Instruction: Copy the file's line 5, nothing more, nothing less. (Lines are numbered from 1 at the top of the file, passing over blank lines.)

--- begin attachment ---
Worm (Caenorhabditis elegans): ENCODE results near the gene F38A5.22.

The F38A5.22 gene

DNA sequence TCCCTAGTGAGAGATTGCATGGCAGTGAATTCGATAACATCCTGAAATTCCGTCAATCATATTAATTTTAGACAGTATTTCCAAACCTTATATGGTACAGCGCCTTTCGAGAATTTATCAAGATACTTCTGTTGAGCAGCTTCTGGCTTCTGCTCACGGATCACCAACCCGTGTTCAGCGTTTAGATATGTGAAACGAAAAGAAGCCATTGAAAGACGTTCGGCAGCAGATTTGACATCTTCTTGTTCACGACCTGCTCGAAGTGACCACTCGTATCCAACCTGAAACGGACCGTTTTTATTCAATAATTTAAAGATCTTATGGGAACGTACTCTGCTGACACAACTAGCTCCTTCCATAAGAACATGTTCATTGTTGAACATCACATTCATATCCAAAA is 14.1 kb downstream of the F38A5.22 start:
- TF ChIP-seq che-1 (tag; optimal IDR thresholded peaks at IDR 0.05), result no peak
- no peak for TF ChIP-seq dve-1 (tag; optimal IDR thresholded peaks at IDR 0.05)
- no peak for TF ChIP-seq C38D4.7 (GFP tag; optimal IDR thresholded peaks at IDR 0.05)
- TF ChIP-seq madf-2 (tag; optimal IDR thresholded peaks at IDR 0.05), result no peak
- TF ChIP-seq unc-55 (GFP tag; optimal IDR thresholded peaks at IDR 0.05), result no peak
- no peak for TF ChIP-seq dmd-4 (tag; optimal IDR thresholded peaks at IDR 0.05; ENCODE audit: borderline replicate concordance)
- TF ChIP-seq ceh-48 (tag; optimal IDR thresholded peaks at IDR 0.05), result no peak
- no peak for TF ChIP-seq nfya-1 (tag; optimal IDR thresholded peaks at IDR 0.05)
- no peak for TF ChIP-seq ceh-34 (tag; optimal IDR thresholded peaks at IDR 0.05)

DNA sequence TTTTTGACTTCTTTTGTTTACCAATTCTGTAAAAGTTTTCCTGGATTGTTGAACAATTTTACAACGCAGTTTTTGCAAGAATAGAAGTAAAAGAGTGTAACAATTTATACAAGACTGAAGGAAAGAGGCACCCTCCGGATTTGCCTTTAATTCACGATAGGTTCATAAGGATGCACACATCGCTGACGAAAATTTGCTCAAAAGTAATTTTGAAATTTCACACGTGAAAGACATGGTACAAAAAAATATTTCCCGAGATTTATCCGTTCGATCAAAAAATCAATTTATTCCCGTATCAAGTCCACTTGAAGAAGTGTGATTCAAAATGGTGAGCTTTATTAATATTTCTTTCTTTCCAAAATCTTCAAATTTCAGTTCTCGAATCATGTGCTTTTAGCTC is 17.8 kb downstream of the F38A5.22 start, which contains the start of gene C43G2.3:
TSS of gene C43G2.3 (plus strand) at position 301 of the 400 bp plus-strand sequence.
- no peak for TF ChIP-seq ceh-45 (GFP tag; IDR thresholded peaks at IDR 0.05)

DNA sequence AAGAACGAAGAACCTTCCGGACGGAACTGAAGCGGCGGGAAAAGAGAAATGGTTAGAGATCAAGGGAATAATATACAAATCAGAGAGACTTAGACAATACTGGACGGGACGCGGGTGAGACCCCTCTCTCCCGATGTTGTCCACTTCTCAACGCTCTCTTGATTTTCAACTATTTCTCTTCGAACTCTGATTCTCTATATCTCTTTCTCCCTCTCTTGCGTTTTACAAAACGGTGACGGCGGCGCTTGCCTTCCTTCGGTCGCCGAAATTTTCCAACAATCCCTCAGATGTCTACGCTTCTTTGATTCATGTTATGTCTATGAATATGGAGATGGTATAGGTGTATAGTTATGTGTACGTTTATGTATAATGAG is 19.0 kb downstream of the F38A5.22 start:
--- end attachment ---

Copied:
- no peak for TF ChIP-seq dve-1 (tag; optimal IDR thresholded peaks at IDR 0.05)